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Pete's Dragon: Movie Review

Hannah Goodwyn


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Pete's Dragon is sweet. It's got heart and tells a great family-friendly story. It's the perfect follow up to Disney's widely successful remake of The Jungle Book in April.

Taking a big departure from their 1977 classic, this new movie doesn't have any musical numbers and has some decidedly dramatic moments. The storyline is altered from the original, and it's all the better for it.

In this 2016 version, we find young Pete (Oakes Fegley) orphaned and alone in the forest. Small and defenseless, Pete's chances of surviving are slim. That is until the forest's biggest predator finds him. Elliot's a dragon, a huge, green, ferocious-looking magical creature. The two become fast friends and make a happy home in the forest, until strangers from a nearby town show up.

Pete's Dragon is funny. It's heart-warming. It's rated PG, so it's clean enough for kids. The action, peril, and brief language (the reasons its PG) come into play at crucial moments in Pete's young life. Parents of small children should keep in mind that the film includes a few scenes that allude to death, though those plot points are tastefully done by director David Lowery. The magic in the movie is relegated to the special powers the dragon possesses (namely invisibility).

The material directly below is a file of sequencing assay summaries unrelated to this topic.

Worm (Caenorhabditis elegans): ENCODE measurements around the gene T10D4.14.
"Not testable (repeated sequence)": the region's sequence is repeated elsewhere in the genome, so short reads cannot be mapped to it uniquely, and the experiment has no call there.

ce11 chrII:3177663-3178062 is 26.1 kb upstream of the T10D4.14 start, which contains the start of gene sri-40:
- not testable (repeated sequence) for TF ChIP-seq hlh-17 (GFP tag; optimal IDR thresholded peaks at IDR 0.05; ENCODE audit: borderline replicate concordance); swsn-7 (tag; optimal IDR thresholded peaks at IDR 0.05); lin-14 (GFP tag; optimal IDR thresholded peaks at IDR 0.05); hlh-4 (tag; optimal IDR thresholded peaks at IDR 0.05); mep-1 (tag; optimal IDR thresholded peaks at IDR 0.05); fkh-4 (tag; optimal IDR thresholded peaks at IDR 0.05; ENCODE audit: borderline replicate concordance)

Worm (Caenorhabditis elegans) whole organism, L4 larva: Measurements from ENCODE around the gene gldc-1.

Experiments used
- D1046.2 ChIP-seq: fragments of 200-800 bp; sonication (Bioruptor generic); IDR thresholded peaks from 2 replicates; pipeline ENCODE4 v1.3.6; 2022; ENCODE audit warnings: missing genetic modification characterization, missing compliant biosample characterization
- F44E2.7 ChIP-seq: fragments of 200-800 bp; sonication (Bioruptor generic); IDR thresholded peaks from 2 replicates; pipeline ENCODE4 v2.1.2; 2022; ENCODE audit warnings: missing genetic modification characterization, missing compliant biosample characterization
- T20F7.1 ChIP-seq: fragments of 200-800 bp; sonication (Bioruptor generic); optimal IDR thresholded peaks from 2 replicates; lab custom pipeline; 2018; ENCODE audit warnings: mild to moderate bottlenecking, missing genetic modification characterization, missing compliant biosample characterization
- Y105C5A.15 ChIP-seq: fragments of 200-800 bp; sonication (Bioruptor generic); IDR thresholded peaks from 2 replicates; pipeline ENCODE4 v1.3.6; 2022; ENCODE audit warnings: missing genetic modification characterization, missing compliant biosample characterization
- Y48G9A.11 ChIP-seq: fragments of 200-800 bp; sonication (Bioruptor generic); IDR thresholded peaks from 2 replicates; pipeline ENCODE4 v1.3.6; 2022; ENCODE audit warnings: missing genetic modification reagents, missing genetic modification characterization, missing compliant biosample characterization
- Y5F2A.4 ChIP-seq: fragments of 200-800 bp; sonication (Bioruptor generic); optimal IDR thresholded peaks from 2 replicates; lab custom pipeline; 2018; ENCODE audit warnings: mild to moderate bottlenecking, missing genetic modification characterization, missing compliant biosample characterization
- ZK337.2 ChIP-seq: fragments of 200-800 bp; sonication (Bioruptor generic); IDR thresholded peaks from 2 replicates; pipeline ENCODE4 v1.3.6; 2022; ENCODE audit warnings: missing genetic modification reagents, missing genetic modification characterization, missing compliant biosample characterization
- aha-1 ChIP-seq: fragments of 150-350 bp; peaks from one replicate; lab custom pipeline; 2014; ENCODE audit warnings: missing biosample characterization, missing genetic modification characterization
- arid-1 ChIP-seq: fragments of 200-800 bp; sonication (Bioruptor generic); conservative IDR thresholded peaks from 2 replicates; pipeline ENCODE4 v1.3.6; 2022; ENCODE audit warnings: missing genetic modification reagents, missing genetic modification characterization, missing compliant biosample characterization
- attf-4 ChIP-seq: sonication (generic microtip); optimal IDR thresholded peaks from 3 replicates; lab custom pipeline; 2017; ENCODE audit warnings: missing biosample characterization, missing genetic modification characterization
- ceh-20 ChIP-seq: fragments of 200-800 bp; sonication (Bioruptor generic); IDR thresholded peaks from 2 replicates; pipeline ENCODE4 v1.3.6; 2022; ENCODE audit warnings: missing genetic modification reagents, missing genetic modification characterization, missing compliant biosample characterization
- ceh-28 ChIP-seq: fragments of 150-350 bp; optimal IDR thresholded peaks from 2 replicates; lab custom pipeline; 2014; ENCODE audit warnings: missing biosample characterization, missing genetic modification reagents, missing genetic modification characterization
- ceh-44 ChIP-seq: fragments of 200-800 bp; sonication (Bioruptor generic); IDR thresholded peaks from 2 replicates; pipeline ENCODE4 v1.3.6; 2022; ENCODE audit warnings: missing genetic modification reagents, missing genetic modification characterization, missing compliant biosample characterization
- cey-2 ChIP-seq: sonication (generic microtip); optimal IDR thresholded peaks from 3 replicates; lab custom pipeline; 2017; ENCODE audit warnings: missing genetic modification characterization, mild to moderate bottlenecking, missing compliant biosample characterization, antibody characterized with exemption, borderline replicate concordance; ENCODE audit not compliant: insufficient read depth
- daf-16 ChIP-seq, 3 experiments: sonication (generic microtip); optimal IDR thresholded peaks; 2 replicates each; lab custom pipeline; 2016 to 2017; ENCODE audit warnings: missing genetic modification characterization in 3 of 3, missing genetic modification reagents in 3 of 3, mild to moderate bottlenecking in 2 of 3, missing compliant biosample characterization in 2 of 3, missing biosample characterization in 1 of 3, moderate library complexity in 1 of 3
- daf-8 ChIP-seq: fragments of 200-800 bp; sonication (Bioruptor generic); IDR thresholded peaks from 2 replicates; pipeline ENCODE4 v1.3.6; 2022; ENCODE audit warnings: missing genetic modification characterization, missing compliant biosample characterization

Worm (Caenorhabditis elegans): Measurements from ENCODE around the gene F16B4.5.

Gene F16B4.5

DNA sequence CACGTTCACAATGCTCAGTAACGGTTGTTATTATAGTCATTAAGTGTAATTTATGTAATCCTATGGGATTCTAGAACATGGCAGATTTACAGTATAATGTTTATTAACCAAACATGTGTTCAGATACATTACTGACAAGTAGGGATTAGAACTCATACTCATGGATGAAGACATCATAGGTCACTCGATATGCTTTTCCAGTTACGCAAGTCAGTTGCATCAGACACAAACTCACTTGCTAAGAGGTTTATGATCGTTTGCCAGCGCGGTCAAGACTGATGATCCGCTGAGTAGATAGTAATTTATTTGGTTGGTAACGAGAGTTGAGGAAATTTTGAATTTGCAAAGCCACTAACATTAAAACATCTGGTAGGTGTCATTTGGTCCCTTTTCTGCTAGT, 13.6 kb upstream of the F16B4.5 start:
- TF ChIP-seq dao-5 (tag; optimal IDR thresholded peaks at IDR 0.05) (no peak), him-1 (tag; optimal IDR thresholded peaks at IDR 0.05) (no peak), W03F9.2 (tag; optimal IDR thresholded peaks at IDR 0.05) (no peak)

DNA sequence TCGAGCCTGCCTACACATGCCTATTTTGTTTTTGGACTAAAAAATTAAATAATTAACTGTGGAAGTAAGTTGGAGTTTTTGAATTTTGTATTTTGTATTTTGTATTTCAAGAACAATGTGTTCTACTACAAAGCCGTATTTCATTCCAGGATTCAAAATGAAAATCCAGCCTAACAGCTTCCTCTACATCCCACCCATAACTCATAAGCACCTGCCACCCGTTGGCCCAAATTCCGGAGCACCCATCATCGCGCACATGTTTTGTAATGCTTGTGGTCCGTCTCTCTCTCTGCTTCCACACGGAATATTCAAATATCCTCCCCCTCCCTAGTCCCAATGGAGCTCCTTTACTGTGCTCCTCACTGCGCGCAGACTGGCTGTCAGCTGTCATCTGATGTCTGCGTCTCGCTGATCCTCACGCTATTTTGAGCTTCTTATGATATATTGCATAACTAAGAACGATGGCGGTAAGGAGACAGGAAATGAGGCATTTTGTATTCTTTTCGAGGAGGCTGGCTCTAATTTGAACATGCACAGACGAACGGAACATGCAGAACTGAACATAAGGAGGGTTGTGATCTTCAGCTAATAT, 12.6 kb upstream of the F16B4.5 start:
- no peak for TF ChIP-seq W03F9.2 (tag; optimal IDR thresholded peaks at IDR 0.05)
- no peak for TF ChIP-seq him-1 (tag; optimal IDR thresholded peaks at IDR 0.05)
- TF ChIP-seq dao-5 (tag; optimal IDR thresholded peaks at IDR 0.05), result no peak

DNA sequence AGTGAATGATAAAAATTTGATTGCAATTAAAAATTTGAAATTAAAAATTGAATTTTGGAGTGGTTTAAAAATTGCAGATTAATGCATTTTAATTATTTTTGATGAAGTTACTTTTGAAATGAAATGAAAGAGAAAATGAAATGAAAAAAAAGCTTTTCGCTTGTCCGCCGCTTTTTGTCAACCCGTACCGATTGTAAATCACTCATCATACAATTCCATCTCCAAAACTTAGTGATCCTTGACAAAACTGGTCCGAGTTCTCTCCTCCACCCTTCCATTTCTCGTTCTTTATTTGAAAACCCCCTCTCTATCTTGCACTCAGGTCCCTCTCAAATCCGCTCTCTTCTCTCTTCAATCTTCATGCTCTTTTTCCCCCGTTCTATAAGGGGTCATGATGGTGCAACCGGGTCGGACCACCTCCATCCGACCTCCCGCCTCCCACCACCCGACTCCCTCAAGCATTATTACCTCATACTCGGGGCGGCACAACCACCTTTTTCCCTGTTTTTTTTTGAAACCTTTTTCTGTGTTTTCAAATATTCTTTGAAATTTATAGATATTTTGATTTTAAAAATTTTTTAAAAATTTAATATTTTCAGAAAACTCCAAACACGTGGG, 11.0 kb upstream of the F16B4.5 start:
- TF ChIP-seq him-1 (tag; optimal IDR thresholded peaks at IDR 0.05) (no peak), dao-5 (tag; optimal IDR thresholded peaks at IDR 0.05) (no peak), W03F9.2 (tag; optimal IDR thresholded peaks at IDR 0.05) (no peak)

The cast is on point, especially in regards to the young actor cast as Pete. Fegley has wonder in his eyes and a real talent for pulling at the heartstrings. The movie's a kind of throwback, reminiscent of old Disney classics families enjoyed together.

Coming in at 102 minutes, Pete's Dragon ends right on time. It doesn't linger and the overall experience of the film is better for it. Young adults and adults without kids probably won't find much excitement from the movie.

But, on the whole, Pete's Dragon is a pleasant surprise of a movie. If you're looking for a flick to see with your family, it's your best bet.

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About The Author


Hannah Goodwyn served as a Senior Producer for, managing and writing for the award-winning website. After her undergraduate studies at Christopher Newport University, Hannah went on to study Journalism at the graduate level. In 2005, she graduated summa cum laude with her Master's from Regent University and was honored with an Outstanding Student Award. From there, Hannah began work as a content producer for For ten years, she acted as the managing producer for the website's Family and Entertainment sections. A movie buff, Hannah felt right at home working as's